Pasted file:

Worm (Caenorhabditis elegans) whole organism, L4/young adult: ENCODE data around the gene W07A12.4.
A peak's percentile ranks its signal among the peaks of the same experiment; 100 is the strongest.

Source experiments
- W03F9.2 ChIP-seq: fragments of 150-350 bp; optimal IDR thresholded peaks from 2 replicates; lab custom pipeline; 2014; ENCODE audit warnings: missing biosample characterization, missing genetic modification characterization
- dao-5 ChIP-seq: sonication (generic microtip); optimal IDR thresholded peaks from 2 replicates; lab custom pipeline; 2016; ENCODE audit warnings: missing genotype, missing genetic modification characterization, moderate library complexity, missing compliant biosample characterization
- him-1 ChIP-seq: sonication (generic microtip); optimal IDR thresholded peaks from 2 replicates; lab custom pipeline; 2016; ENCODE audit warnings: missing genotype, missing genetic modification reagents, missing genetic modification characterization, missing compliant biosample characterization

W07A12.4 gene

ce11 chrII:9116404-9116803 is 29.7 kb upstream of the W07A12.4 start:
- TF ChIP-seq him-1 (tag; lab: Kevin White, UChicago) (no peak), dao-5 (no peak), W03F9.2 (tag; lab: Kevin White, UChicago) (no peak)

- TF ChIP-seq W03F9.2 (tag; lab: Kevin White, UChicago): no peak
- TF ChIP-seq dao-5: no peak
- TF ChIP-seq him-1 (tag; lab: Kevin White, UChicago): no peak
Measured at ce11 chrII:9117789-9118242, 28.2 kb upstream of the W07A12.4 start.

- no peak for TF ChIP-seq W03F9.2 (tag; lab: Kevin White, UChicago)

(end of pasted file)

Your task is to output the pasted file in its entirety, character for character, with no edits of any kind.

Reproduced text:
Worm (Caenorhabditis elegans) whole organism, L4/young adult: ENCODE data around the gene W07A12.4.
A peak's percentile ranks its signal among the peaks of the same experiment; 100 is the strongest.

Source experiments
- W03F9.2 ChIP-seq: fragments of 150-350 bp; optimal IDR thresholded peaks from 2 replicates; lab custom pipeline; 2014; ENCODE audit warnings: missing biosample characterization, missing genetic modification characterization
- dao-5 ChIP-seq: sonication (generic microtip); optimal IDR thresholded peaks from 2 replicates; lab custom pipeline; 2016; ENCODE audit warnings: missing genotype, missing genetic modification characterization, moderate library complexity, missing compliant biosample characterization
- him-1 ChIP-seq: sonication (generic microtip); optimal IDR thresholded peaks from 2 replicates; lab custom pipeline; 2016; ENCODE audit warnings: missing genotype, missing genetic modification reagents, missing genetic modification characterization, missing compliant biosample characterization

W07A12.4 gene

ce11 chrII:9116404-9116803 is 29.7 kb upstream of the W07A12.4 start:
- TF ChIP-seq him-1 (tag; lab: Kevin White, UChicago) (no peak), dao-5 (no peak), W03F9.2 (tag; lab: Kevin White, UChicago) (no peak)

- TF ChIP-seq W03F9.2 (tag; lab: Kevin White, UChicago): no peak
- TF ChIP-seq dao-5: no peak
- TF ChIP-seq him-1 (tag; lab: Kevin White, UChicago): no peak
Measured at ce11 chrII:9117789-9118242, 28.2 kb upstream of the W07A12.4 start.

- no peak for TF ChIP-seq W03F9.2 (tag; lab: Kevin White, UChicago)